In particular, the Lagoon 39 has a private head and shower in each hull, making good use of the forward areas while keeping the more beamy midsections and aft area for dressing and sleeping accommodations.
Sailing Today’s Review
Lagoon 39: Review and test
By Simon Temlett
There can’t be many sailors who haven’t at some time seen a Lagoon catamaran passing them by – you may have even chartered one in the Med or Caribbean. Not the prettiest, the Lagoon stands out primarily for its vertical windows. Subtle changes over the years have mellowed its commercial vessel image by bevelling off various edges and adding a few jaunty angles, but the basic shape of its production range is substantially unchanged since its introduction in 1996.
Whatever you might think or say about its looks, however, this stalwart range of cruising catamarans has proved extremely popular – both with long-term liveaboards and casual coastal sailors alike.
Those who’ve never set foot on board a modern catamaran should grab the opportunity at the next boat show – especially if you’re contemplating heading for distant horizons. Monohull sailors are always astounded at the sheer volume of accommodation and deck area of a cat – myself included. My last charter was on a 44ft (13.4m) cat and at no time did the seven of us ever feel cramped, or our privacy invaded. It was a delight at anchor, being far less prone to rocking about in the swell all night, and the deck saloon meant that no one missed what was going on, whether inside cooking or outside relaxing.
REVIEW: LAGOON 39
By: ALLAN WHITING
The Lagoon Catamarans 39 is a departure from tradition for this globally-renowned multihull maker. The changes promised ease-of-sail handling and that’s exactly what we discovered during a gale-force comparison test against the well-established 400S2.
Vicsail, the distributor of Lagoon catamarans in Australia, is quick to point out that the new 39 doesn’t replace the 400S2 or the 380 models, which remain in the Lagoon catalogue.
The 39’s rig is in line with current design trends that see most new performance multihulls sporting large fore-triangles, mostly double-headed for ease of sail handling.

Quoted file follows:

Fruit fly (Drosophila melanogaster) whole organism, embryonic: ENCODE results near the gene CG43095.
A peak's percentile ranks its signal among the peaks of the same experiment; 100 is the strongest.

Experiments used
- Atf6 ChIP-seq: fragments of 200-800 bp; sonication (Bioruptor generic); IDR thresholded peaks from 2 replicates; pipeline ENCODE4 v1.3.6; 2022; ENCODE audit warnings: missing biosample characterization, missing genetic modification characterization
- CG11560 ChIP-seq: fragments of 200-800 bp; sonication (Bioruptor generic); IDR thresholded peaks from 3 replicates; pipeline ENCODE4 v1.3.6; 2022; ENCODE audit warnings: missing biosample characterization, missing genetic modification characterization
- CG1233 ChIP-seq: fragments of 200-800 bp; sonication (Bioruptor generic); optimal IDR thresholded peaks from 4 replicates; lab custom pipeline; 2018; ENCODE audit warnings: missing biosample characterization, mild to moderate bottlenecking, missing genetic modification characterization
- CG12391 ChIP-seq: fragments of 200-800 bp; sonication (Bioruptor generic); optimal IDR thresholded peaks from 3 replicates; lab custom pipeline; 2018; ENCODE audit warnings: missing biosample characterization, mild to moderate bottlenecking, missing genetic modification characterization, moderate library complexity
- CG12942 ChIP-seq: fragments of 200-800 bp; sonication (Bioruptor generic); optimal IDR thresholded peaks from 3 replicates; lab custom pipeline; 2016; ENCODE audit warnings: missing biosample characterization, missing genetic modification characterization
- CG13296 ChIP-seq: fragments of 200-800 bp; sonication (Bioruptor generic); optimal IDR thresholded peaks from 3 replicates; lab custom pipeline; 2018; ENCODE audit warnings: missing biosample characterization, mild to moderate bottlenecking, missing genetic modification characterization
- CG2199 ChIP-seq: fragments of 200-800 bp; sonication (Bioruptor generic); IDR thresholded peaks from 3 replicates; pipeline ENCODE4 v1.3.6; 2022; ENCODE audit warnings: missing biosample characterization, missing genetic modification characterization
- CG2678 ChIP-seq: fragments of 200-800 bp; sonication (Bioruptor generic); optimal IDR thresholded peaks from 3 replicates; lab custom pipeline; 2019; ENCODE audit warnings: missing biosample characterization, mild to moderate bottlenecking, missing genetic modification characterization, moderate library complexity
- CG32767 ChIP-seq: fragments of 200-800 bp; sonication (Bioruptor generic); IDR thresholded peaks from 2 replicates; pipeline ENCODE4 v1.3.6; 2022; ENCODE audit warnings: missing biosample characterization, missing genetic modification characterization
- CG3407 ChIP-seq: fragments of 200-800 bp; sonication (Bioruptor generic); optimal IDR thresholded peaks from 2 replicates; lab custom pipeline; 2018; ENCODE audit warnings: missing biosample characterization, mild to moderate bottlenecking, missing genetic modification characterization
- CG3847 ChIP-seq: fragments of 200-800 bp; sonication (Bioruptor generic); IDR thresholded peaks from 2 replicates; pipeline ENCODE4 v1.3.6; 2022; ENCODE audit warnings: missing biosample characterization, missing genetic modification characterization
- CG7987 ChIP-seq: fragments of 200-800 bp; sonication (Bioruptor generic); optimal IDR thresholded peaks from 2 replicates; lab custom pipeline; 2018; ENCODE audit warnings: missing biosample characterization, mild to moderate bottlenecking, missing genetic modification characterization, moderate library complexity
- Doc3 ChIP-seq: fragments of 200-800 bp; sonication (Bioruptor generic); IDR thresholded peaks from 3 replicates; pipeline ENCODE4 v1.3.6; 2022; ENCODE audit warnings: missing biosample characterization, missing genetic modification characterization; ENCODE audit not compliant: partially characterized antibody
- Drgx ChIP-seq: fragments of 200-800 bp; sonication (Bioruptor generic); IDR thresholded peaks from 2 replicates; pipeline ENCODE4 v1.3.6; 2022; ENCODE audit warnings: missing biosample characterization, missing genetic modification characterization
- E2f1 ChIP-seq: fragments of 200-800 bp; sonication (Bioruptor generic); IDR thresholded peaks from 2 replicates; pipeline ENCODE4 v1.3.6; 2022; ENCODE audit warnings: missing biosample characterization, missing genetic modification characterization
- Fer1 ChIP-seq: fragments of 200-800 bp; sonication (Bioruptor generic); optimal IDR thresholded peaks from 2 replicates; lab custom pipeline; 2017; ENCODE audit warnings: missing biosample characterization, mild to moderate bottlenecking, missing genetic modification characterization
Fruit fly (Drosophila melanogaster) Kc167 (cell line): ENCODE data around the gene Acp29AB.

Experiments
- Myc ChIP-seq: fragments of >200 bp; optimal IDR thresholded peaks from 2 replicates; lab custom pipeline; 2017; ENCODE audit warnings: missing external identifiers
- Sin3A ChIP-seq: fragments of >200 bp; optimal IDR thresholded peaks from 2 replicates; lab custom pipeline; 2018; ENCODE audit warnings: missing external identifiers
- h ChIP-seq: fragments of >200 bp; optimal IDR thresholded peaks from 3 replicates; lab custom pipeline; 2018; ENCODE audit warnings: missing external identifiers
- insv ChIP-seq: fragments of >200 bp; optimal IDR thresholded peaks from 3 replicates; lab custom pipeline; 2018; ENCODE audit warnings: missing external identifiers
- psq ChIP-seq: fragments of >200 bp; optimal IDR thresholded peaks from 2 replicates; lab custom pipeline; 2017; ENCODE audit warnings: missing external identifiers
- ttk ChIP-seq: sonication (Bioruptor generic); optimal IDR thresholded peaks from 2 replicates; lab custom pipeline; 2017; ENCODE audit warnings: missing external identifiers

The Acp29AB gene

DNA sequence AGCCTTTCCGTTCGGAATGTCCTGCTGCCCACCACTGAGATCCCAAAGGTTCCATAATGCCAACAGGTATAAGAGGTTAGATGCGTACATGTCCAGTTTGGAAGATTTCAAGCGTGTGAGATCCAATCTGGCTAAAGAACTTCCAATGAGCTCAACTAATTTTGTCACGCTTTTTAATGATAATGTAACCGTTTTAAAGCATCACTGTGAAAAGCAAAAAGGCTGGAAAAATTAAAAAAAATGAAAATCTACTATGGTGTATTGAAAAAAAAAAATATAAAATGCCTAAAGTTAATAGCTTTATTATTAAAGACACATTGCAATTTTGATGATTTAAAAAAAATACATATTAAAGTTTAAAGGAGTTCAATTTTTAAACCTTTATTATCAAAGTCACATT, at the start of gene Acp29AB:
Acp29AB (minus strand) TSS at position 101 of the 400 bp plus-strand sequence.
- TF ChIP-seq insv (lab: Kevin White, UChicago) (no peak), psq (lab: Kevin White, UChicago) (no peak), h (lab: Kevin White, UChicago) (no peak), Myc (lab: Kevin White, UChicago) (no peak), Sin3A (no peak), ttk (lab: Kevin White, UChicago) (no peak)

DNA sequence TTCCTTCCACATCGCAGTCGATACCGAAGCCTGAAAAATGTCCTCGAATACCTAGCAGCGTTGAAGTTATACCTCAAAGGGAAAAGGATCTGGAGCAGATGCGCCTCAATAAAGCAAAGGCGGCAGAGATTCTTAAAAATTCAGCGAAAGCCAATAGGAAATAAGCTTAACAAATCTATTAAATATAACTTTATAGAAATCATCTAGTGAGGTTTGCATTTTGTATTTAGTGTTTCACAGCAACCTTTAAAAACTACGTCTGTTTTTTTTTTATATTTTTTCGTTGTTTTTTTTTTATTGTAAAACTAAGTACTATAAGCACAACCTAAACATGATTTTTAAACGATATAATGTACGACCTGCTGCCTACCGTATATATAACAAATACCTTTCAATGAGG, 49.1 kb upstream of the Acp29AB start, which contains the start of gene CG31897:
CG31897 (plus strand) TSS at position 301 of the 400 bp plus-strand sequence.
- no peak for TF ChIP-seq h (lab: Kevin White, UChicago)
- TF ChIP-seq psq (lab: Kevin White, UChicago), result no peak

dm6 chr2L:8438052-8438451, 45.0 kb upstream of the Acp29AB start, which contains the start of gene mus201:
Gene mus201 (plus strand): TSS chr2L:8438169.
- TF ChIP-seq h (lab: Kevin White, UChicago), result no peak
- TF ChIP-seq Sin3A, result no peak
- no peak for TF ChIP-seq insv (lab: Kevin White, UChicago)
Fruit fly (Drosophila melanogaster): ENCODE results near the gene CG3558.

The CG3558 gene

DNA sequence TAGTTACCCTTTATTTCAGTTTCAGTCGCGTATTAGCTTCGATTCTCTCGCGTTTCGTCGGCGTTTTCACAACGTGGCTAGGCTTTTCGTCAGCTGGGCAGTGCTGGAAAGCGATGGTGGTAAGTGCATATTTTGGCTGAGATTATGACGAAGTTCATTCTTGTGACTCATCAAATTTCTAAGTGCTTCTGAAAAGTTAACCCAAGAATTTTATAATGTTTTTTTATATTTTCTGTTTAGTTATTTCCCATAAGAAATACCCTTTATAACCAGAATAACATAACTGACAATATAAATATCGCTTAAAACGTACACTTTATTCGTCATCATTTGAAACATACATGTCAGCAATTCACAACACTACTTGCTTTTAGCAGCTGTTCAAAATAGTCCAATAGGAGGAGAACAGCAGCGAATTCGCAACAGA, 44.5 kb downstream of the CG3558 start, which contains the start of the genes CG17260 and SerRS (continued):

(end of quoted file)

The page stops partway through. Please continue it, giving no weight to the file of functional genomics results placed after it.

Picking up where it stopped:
The 39’s sailplan moves the centre of effort aft, and the transfer of mast and rig weight towards the stern means that the centre of buoyancy has also moved rearwards. Because there’s not the need for as much buoyancy forward the bow sections can be finer, giving better wave-piercing power and less inclination to pitch in choppy conditions.
Mast loads on the 39 are absorbed through an aft crossbeam and a rectangular compression post, situated just inside the saloon-cockpit doorway. The post is polished to a mirror finish, making it reflect the galley and saloon ambience.
Lagoon 39: Next gen cat
2013 July 17
By JOHN KRETSCHMER
This French cruising catamaran’s design is leaps and bounds above earlier multihulls
Some might question why the brain trust at Lagoon would decide to build a new model that at first glance seems to compete with one of the most successful offshore catamarans of all time, the Lagoon 380, which is fast approaching hull No. 700. A closer inspection provides the answer: The new Lagoon 39 represents a fresh design approach for offshore sailing and provides intriguing options that neither the Lagoon 3800 or 400S2 offer. The design crew at VPLP has come up with a host of innovations that make the 39 a serious cruising machine, especially the new rig arrangement.
I really like the idea of moving the mast farther aft and reducing the size of the mainsail. It may seem like a subtle change but it fundamentally alters the way the Lagoon 39 is sailed, and that’s a good thing. Traditionally, cruising cats have featured small headsails and large, full-roach mainsails that provide most of the horsepower. These rigs can be difficult to control in heavy weather, tend to accentuate pitch, are prone to making leeway and can be challenging to balance. They also limit downwind sailing options. The reality of ocean sailing is that the conditions don’t always warrant flying a chute, especially when passagemaking with a small crew. The ability to fly a genoa off the wind, with either a reefed main, or no main, and still make good progress should not be underestimated. But this change is not just about flexibility for off-the-wind sailing. The Lagoon 39 comes standard with a self-tacking jib with the leads mounted on a track forward of the mast, another advantage gained by moving the mast aft. With a high-aspect-ratio mainsail and flat-cut jib, the Lagoon 39 can sail upwind quite efficiently. This arrangement also means that tacking simply involves giving the crew a heads up and turning the wheel. For those who don’t want to sacrifice too much mainsail area, a square-top main is an alluring option. With either a standard full-batten main, or square-top main, the air draft is 60 feet 11 inches.
Lagoon 39 – An Updated Successor of Lagoon 380
BY JANKO · PUBLISHED SEPTEMBER 9, 2014 · UPDATED DECEMBER 19, 2018
The Lagoon 39
After face-lifting and integration of the latest innovative solutions by naval architects from renowned VPLP inherited from the bigger sisters, the new generation of Lagoon catamarans was born.
Lagoon 39 is one foot longer than the previous version, Lagoon 380. Lagoon 39 has vertical bows, it has a hardtop seemingly levitating above the cockpit while skipper’s commanding bridge is moved to starboard, in the middle layer between the cockpit and the mainsail. The mast seems to be pushed to the aft so the jib became larger and equipped with the self-tacking system.